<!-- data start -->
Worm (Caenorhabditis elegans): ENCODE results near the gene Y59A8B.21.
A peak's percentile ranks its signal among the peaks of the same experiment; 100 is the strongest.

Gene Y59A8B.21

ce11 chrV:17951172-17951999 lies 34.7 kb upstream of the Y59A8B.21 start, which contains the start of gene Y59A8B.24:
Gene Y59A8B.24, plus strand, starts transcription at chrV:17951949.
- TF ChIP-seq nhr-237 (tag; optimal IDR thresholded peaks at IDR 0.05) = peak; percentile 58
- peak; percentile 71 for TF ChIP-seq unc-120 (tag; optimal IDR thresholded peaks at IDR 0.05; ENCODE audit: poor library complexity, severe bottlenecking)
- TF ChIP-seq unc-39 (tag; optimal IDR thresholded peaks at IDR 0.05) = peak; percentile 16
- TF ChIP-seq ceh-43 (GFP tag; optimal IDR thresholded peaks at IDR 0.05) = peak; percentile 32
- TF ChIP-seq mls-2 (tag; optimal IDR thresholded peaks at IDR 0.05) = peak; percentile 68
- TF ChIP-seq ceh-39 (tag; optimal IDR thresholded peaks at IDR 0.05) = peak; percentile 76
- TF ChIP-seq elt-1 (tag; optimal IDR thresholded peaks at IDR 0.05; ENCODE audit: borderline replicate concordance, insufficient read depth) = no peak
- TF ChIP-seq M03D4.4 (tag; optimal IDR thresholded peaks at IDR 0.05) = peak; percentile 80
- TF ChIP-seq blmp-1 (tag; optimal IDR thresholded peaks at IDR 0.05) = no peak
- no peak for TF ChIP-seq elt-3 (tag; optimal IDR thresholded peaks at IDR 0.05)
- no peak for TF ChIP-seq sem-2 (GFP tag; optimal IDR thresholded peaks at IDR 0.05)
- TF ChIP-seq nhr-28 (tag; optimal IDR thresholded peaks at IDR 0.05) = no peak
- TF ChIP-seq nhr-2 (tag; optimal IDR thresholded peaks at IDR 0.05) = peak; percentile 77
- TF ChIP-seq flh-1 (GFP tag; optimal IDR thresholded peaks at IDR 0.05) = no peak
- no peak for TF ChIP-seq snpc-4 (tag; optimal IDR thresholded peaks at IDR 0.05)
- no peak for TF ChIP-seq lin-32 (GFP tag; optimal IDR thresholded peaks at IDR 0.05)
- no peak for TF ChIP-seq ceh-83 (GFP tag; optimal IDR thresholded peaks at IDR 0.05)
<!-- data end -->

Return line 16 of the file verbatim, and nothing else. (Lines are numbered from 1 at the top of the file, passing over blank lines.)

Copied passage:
- no peak for TF ChIP-seq sem-2 (GFP tag; optimal IDR thresholded peaks at IDR 0.05)